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Group in Default on Loan for Laguna Niguel Project

April 23, 1986|LESLIE BERKMAN | Times Staff Writer

Less than 2 1/2 years after consummating one of the largest-ever real estate deals in Orange County, a development firm is in default on a $49-million loan, according to the leading lender on the firm's huge Laguna Niguel coastal development.

Notices of default were recorded April 17 by San Diego-based Avco Community Developers against the Stein-Brief Group, a development partnership of David Stein, the flamboyant Democratic activist, and Orange County builder Barry Brief.

Avco President Paul Zimmer said Tuesday that the Stein-Brief Group failed to make a $4.3-million payment due on the note in December. He said the partnership still owes $49 million on the loan.

Zimmer said that Avco, after waiting several months for Stein-Brief to come up with the $4.3-million delinquent payment, decided to take the first legal step last week toward foreclosing on the approximately 400 acres of property remaining from the 1983 transaction that has not yet been developed or sold off to other builders.

Neither Stein nor Brief could be reached for comment Tuesday. But Chris Downey, Stein-Brief's executive administrator, said he knew of the default notices. He said Stein-Brief is trying to restructure its loan agreements with its lenders, which, in addition to Avco, include Mission Viejo-based Beverly Hills Savings & Loan Assn. and Western Savings & Loan Assn. of Salt Lake City.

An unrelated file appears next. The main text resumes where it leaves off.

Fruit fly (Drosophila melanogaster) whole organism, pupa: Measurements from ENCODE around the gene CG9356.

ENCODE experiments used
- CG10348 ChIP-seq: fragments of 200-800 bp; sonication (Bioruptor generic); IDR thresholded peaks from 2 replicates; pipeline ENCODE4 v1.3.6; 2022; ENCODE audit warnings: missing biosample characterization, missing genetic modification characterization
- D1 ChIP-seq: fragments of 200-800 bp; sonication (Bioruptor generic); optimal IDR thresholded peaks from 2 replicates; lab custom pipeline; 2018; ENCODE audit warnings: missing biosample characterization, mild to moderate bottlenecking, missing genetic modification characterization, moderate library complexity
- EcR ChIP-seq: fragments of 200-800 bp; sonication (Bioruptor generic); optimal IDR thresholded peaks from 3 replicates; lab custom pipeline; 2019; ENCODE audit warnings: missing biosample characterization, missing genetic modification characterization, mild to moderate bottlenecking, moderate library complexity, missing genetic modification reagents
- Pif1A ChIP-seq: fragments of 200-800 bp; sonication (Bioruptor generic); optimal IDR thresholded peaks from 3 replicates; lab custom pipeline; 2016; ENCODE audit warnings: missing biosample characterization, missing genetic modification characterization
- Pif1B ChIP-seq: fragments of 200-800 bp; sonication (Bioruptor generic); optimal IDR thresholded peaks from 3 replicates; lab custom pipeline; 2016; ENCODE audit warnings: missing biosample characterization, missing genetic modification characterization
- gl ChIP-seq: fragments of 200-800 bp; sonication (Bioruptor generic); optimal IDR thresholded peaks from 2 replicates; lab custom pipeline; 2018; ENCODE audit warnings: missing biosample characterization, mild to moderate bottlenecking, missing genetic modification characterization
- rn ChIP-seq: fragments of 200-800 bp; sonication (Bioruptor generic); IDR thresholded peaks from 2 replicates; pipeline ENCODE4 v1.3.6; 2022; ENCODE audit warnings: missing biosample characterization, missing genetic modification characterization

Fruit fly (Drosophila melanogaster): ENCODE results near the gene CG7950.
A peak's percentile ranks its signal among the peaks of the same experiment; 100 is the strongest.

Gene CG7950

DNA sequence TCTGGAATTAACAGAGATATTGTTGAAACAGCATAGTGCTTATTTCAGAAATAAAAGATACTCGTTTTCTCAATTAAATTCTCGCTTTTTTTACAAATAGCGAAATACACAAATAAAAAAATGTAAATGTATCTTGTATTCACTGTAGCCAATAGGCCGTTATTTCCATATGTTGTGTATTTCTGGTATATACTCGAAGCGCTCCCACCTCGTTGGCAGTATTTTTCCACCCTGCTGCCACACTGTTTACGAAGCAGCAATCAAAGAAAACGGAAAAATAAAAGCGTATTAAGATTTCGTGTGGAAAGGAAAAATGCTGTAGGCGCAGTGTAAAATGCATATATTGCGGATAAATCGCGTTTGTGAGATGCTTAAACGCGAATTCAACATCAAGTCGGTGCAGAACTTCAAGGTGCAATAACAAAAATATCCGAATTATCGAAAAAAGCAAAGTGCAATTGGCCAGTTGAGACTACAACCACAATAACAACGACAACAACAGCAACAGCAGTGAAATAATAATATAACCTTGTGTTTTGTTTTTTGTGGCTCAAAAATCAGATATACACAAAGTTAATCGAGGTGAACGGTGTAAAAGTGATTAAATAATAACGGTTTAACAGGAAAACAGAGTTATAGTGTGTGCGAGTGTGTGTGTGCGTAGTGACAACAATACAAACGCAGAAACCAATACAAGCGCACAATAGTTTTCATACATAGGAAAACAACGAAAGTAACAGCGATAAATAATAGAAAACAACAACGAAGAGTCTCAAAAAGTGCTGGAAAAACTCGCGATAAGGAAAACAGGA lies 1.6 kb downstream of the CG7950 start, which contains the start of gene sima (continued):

"It is our understanding that it (the notice of default) will not impact Stein-Brief's day-to-day operations," Downey said.

Avco sold 550 prime acres in September, 1983, to Stein-Brief for about $80 million, paid in part by a $58-million note taken back by Avco.

The following January, Stein-Brief unveiled its plans for a $1-billion "Monarch Beach" development by hosting a party on a 100-foot yacht anchored offshore Laguna Niguel. The plans called for a Mediterranean-style, guarded gate community of 3,400 homes where lots alone would sell for $200,000 to $1.8 million.

Center stage for the resort-like community is the 2-year-old Ritz Carlton hotel, near which the developer has built an 18-hole golf course and plans to put another hotel, conference center and health spa.

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